Cold Mountain
Dir. Anthony Minghella; writ. Minghella, based on the novel by Charles Frazier; feat. Jude Law, Nicole Kidman, Renée Zellweger, Kathy Baker, Natalie Portman, Philip Seymour Hoffman, Ray Winstone, Giovanni Ribisi, Brendan Gleeson (R)
Filmed largely in Romania, whose lovely, lush hills double for North Carolina, Cold Mountain is the latest effort at American introspection. Adapted by director Anthony Minghella from Charles Frazier's ubiquitous novel, the film portrays the arduous odyssey of a Confederate deserter back to the town and woman he loves and the hardships that that woman undergoes as she, a Dixie Penelope, awaits his return. Among the adversities, dangers, and temptations that Inman overcomes during his journey back to Ada, his sojourn with Sara, a lonely widow with a baby, is most memorable. On a dark, stormy night, Inman relies on the kindness of this stranger for a hot meal and a corn crib in which to lay his weary head. In the middle of the night, needy Sara asks Inman to share her bed. When three Union soldiers raid the cabin in the morning, Sara calmly kills one of them, a man no less frightened and starving than Inman was the night before. Amid the cinematic simplicities spread out in Cold Mountain, the complexities of this eloquent sequence might keep a viewer from deserting. SGK

The Dreamers
Dir. Bernardo Bertolucci; writ. Gilbert Adair (from his novel); feat. Michael Pitt, Eva Green, Louis Garrel, Robin Renucci, Anna Chancellor (NC-17)
If you've heard anything about The Dreamers, odds are good you know it is being released with the rare NC-17 rating, but all the noise about the film's explicitness (and the near-miss Bertolucci had with the censor's scissors) has done the movie a disservice, letting readers infer that it's just another piece of highbrow softcore, that its main selling point is that you can go see it and get turned on without the shame of visiting your local porn emporium. This is not to suggest that The Dreamers isn't graphic. The film has an almost Penthouse-level familiarity with the human body; aside from erect penises and actual penetration, there's little hidden outside the frame. But moviegoers inured to dirty pictures may be more unsettled by the social dynamic that gestates here: American student Matthew stumbles into the lives of French twins Isabelle and Theo, and immediately suffers the awkwardness of a houseguest whose sense of privacy is vastly out-of-whack with his hosts'. The brother and sister go to the bathroom together, share a bed (sans intercourse), and, once things get rolling, perform sex acts in each other's presence. Amid the chaos of Paris in 1968, the three find themselves cocooning in one sprawling apartment, talking about the cinema and very little else. JD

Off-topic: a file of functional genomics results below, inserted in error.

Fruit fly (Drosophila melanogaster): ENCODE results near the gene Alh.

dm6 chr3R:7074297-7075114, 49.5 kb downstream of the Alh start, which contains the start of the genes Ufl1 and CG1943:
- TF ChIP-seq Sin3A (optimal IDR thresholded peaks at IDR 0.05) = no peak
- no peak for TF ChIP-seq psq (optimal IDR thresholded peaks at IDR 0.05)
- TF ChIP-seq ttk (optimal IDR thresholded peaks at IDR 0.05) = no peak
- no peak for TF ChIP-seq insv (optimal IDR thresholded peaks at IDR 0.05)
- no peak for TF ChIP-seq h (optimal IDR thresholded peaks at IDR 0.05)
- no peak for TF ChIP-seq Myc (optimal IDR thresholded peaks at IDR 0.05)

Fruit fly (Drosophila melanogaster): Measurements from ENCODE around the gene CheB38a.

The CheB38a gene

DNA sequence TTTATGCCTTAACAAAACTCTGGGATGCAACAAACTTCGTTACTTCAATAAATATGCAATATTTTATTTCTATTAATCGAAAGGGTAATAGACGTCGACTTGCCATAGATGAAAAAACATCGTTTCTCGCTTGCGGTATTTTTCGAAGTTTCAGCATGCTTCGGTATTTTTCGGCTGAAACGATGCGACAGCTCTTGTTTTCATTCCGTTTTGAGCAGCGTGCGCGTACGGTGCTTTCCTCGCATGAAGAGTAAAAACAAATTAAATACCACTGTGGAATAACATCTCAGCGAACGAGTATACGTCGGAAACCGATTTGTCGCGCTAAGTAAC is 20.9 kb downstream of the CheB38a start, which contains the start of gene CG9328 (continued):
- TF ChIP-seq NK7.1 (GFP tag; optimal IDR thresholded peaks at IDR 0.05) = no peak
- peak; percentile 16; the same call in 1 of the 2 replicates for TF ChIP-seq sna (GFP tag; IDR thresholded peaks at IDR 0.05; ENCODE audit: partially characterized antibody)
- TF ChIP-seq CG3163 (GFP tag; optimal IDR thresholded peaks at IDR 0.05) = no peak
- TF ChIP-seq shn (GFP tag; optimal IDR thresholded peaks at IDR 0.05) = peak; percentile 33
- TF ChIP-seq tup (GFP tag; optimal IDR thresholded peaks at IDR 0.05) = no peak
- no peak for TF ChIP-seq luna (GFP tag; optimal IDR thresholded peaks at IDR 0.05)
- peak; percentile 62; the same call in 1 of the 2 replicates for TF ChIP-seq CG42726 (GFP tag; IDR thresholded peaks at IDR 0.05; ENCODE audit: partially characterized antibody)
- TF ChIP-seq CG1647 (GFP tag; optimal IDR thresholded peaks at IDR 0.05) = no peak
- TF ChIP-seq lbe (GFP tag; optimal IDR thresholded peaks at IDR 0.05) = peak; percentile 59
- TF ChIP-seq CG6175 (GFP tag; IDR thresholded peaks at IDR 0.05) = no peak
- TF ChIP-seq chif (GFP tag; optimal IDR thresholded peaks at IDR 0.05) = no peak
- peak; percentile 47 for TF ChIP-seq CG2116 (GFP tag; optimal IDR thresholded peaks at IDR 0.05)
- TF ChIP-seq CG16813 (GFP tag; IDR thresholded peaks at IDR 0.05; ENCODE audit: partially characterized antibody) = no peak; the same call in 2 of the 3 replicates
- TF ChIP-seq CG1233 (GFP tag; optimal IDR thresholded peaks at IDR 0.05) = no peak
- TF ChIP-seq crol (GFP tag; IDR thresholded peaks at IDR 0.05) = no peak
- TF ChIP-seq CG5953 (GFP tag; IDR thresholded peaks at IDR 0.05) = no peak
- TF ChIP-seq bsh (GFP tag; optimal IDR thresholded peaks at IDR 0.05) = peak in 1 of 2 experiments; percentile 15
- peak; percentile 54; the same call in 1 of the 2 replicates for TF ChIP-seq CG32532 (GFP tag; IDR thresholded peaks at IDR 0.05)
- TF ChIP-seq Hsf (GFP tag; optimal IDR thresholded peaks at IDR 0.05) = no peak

House of Sand and Fog
Dir. Vadim Perelman; writ. Perelman, based on the novel by Andre Dubus III; feat. Jennifer Connelly, Ben Kingsley, Ron Eldard, Frances Fisher, Kim Dickens, Shohreh Aghdashloo, Jonthan Ahdout (R)
House of Sand and Fog tells the story of desires that collide over ownership of a house. Kathy (Connelly), a recovering alcoholic whose husband left her eight months ago, is evicted from the property her late father purchased more than 30 years before. The action is erroneous, based on Kathy's failure to pay taxes she in fact never owed, but before her rights can be restored, the house is sold at auction to an Iranian immigrant family, the Behranis. Kathy is soon reduced to transience, sleeping in her Bonneville and spying on the strangers who have appropriated her bedroom. "They're already more at home there than I ever was," she says of the Iranian invaders. Rich in textures of mist and murk, House of Sand and Fog, which itself deserves packed houses, is a graphic reminder of how brittle are the bricks with which we try to build our lives. Our deeds can always be contested. SGK